2nd Symposium on the Future of Sustainable Agriculture in the EU: Assessing the Role of Pesticides and Biocides

There are an estimated 67,000 pest species worldwide harmful to agricultural crops (Nellemann, C. et al., 2009). Plants’ vulnerability to these organisms tends to increase with the human intervention aimed at the increase of their yield and if they are grown in monocultures (Regnault-Roger, 2014). In this context, the use of pesticides, and more generally biocides, offers numerous advantages, such as their contribution to the fight of diseases and the protection of yields, but it can also have negative impact on the environment and associated risks to human health.

The placing of pesticides on the European market is governed by the Regulation on Plant Protection Products (2009) and the Regulation on Biocidal Products (2012), whose aim is to ensure high level protection of human and animal health and the environment, to harmonise the approval procedures throughout the EU and to foster the phase-out of harmful substances. The Directive on Sustainable Use of Pesticides (2009), on the other hand,aims to promote the use of Integrated Pest Management (IPM) and incentivise more sustainable plant protection methodologies and products. Furthermore, in 2015 the European Commission published a list of active substances to be phased-out, and Member States are now obliged to carry out a comparative assessment to ascertain if alternatives exist to plant-protection products containing these substances.

Several challenges linked to pesticides have been underlined by the Commission over time. A 2016 report on sustainable use of biocides found that the comparative assessment tool, though powerful, has not yet reached its full potential. Moreover, the overview report on the authorisation systems in place at EU level and the report on the sustainable use of pesticides, published in 2017, found that a majority of Member States fail to comply with the approval procedures indicated by the Commission, mainly as a result of specific national requirements and a lack of harmonised methodology for conducting evaluations, and that some of them have not yet set clear criteria for implementing the principles of integrated pest management. Finally, a controversy has emerged since 2015 over the renewal of the approval of glyphosate, eventually granted for five years in December 2017, after the EFSA and the IARC (International Agency for Research on Cancer) came to diverging conclusions on its carcinogenicity, strongly dividing stakeholders on the topic.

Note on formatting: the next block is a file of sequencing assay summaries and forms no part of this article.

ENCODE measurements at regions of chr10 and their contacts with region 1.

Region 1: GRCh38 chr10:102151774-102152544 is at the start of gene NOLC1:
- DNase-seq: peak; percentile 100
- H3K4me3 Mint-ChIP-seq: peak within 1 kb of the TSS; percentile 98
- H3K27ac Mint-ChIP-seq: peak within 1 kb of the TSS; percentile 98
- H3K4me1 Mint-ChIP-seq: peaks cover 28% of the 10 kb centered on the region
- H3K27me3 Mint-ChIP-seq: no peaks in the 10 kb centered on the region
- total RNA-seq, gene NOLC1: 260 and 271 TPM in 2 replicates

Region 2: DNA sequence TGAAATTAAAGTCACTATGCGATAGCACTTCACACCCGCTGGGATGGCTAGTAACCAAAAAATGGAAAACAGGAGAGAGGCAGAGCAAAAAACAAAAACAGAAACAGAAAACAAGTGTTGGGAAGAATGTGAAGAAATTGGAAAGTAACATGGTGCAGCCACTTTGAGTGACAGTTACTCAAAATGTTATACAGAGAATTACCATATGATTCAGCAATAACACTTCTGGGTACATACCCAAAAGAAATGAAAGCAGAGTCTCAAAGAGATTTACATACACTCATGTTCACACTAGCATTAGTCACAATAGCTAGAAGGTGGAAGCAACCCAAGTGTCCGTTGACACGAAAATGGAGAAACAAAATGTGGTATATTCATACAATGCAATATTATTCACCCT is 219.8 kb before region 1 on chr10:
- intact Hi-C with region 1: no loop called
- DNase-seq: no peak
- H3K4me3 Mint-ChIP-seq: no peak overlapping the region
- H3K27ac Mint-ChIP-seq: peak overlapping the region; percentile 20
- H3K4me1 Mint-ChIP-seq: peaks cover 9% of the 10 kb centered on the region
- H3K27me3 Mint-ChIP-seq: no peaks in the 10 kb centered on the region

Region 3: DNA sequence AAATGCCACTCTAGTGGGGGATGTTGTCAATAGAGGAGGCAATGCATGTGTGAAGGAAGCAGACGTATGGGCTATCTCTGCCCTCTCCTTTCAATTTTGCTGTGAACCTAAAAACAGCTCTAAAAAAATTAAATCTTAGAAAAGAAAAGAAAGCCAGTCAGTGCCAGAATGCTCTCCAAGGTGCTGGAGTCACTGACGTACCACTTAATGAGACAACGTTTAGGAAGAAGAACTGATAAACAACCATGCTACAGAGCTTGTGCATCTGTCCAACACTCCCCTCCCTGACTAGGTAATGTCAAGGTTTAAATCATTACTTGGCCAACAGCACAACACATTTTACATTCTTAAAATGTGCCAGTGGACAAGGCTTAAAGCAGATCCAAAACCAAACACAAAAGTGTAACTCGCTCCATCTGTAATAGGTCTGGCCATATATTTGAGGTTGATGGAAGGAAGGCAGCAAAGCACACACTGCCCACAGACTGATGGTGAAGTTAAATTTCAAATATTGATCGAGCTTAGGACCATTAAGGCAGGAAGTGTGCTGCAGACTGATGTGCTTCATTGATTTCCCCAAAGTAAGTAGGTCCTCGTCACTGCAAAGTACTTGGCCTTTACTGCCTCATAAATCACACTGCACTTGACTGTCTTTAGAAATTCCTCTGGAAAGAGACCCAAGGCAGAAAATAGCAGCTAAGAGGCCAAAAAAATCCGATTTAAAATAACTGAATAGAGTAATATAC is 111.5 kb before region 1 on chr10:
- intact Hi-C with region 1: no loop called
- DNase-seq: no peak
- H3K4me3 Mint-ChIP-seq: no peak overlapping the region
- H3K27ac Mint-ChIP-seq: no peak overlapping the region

With the discussions over the use of pesticides growing on a global scale, this international symposium will provide an invaluable opportunity to engage with the debate on pesticides in agriculture and analyse potential strategies for their sustainable use in the EU. Furthermore, it will enable delegates to scrutinise the procedure of approval of a pesticide, discuss about the renewal of the approval of glyphosate, and get to know novel and more sustainable plant protection products and methodologies.

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